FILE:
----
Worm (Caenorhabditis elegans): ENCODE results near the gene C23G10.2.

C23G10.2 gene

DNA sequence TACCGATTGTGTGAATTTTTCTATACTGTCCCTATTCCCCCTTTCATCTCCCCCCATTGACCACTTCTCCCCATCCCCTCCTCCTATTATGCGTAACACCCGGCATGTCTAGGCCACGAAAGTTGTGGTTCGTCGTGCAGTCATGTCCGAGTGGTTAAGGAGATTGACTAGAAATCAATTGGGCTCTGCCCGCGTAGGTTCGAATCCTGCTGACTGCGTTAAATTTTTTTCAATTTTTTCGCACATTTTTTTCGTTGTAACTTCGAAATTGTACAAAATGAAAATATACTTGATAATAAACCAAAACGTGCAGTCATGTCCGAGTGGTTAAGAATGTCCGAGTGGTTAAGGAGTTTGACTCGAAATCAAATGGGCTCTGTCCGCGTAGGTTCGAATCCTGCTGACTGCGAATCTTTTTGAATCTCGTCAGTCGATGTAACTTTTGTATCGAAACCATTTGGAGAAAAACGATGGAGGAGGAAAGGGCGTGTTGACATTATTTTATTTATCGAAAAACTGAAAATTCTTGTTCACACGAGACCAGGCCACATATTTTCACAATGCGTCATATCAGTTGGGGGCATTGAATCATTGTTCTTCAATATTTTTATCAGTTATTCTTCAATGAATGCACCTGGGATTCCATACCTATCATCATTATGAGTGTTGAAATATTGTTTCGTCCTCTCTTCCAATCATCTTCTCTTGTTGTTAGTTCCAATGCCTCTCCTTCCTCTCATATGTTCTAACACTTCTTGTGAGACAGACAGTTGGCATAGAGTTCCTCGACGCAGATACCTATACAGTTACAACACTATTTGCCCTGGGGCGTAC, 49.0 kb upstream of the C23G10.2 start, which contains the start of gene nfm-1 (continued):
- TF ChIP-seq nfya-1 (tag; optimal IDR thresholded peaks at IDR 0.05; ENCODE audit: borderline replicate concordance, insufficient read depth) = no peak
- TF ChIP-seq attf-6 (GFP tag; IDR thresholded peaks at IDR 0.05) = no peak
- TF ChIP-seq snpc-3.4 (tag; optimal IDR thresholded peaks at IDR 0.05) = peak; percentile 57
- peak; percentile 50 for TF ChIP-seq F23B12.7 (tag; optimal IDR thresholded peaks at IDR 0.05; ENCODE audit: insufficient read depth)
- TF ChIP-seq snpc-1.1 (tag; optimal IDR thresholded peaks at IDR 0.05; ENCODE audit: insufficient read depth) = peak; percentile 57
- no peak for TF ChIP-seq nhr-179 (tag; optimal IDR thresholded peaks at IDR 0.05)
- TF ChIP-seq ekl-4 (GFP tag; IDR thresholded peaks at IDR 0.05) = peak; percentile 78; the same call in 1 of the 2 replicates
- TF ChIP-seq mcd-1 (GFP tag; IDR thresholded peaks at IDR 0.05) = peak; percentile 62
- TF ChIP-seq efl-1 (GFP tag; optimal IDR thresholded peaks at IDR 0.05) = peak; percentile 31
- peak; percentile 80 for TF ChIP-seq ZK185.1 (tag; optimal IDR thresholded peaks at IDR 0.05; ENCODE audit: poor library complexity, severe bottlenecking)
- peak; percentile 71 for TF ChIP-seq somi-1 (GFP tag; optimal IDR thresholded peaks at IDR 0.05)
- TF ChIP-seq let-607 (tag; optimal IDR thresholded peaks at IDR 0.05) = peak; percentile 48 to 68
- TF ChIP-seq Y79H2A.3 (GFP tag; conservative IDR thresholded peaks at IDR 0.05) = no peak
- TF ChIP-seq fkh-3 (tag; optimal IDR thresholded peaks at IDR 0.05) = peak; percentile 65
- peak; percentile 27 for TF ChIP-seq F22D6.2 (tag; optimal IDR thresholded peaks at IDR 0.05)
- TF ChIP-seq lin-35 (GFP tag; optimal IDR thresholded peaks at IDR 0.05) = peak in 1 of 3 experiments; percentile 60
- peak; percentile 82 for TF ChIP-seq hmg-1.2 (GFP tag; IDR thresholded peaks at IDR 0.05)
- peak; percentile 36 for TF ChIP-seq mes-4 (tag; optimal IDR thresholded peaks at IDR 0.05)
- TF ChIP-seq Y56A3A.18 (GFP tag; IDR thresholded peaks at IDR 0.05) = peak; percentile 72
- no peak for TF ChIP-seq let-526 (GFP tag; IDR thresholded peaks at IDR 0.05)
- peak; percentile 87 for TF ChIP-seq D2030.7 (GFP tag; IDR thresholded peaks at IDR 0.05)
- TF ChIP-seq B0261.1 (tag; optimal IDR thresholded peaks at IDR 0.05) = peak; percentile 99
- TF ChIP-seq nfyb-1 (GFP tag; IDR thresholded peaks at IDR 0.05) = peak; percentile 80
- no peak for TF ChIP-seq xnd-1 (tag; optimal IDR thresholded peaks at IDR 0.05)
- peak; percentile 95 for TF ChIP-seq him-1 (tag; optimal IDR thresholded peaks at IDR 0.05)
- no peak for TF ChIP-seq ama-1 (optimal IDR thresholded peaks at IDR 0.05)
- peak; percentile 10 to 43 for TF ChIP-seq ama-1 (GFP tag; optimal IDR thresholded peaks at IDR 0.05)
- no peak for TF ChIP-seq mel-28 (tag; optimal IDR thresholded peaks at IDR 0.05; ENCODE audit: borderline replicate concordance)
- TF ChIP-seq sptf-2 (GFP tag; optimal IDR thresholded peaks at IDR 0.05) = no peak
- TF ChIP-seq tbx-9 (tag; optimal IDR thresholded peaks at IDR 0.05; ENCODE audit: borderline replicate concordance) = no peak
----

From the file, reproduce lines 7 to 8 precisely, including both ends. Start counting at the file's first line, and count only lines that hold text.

- peak; percentile 50 for TF ChIP-seq F23B12.7 (tag; optimal IDR thresholded peaks at IDR 0.05; ENCODE audit: insufficient read depth)
- TF ChIP-seq snpc-1.1 (tag; optimal IDR thresholded peaks at IDR 0.05; ENCODE audit: insufficient read depth) = peak; percentile 57